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NATION / WORLD: TRANSPORTATION

New Pact to Boost U.S.-France Flights

April 09, 1998|Associated Press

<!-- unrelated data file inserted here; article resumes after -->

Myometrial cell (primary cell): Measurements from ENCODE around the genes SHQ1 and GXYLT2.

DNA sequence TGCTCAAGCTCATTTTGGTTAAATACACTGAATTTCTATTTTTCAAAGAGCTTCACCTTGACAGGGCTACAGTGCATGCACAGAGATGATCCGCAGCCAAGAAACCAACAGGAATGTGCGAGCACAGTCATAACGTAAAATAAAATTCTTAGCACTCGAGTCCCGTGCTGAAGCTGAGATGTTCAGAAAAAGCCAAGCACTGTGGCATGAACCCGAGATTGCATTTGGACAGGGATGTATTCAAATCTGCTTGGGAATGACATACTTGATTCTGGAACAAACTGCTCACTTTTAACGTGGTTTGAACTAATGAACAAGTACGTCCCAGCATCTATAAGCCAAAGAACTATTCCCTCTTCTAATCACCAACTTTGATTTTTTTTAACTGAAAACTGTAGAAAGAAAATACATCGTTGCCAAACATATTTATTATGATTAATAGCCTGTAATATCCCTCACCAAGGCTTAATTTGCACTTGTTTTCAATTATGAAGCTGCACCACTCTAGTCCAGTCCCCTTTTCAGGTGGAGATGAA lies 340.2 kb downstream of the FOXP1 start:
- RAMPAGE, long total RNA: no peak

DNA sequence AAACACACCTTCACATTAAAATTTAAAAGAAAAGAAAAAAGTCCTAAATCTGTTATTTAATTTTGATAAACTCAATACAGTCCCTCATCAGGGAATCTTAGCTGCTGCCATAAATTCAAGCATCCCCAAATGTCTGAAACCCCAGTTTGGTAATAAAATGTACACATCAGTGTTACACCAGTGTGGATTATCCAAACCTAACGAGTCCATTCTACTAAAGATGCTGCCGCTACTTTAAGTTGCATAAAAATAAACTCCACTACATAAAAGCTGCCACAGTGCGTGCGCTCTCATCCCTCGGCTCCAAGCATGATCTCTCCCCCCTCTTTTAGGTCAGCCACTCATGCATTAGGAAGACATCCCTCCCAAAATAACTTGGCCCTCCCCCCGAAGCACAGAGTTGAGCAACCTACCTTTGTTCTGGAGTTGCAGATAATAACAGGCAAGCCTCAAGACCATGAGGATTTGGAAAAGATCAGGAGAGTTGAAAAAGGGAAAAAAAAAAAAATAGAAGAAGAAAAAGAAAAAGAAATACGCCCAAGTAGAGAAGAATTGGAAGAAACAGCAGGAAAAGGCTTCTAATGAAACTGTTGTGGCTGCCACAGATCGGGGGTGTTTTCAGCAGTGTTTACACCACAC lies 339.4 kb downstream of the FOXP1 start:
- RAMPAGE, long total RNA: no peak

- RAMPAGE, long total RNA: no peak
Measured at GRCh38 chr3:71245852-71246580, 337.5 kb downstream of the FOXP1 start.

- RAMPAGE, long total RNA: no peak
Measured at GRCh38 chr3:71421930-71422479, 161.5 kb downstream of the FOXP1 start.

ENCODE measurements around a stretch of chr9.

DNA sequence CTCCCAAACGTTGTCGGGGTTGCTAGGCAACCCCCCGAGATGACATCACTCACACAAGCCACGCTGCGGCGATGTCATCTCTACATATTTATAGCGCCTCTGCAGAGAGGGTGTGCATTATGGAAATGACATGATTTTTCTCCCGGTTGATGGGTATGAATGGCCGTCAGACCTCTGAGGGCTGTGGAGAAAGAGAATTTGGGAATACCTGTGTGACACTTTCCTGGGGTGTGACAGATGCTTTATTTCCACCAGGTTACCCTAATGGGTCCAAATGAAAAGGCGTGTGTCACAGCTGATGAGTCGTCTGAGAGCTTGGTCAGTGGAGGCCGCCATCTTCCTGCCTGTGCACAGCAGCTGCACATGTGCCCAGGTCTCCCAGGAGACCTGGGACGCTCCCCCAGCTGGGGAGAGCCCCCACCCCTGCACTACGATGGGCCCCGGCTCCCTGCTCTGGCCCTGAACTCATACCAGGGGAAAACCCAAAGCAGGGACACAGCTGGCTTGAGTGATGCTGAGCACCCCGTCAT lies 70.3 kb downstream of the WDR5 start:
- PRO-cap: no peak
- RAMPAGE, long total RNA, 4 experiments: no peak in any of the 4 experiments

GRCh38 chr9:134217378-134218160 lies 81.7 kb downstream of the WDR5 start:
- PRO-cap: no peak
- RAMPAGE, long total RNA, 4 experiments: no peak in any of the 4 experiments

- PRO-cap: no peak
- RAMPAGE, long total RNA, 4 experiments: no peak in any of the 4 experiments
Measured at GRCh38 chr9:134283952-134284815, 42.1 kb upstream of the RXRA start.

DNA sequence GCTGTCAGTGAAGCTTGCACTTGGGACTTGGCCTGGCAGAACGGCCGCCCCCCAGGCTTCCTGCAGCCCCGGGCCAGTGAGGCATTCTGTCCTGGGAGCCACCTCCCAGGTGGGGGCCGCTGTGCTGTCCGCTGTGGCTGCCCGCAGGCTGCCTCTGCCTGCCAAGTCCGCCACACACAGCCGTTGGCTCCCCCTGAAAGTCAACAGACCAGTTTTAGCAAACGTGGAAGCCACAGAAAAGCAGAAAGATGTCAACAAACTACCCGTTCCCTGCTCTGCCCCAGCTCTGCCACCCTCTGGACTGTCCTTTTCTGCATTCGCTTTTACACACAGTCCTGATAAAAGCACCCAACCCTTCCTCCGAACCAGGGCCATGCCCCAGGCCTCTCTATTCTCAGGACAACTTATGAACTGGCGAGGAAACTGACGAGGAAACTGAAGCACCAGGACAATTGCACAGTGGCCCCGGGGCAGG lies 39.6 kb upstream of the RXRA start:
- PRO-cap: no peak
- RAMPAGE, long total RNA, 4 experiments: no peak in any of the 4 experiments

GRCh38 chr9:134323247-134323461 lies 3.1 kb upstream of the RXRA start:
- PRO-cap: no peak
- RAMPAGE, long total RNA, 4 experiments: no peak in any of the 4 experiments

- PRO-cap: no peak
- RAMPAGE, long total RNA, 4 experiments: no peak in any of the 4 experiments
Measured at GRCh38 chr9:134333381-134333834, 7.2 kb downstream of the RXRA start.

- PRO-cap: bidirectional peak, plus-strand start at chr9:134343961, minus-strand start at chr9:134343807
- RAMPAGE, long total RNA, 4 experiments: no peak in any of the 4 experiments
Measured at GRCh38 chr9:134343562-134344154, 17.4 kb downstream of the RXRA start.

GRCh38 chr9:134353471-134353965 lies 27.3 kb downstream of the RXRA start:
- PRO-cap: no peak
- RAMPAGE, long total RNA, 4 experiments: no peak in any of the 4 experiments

The U.S. and France signed a civil aviation agreement that will lift restrictions on commercial airline schedules in five years and increase flights between the two countries by 42% in the meantime. The new treaty is intended to increase competition and lead to lower fares. French and U.S. airlines can immediately increase their total flights to 212 per week between the two countries, from the current 149. In five years, carriers will be able to schedule as many trips as they want to whichever cities they choose. New services will start this summer, with United Airlines adding a second daily flight between Paris and Washington, and US Airways starting service between Paris and Pittsburgh, a city that has never had a direct flight to France. Air France has pushed for a new treaty to allow it to fully implement its alliances with Delta Air Lines and Continental Airlines. The pact also allows U.S. and French cargo carriers to operate unlimited air service between France and the U.S.

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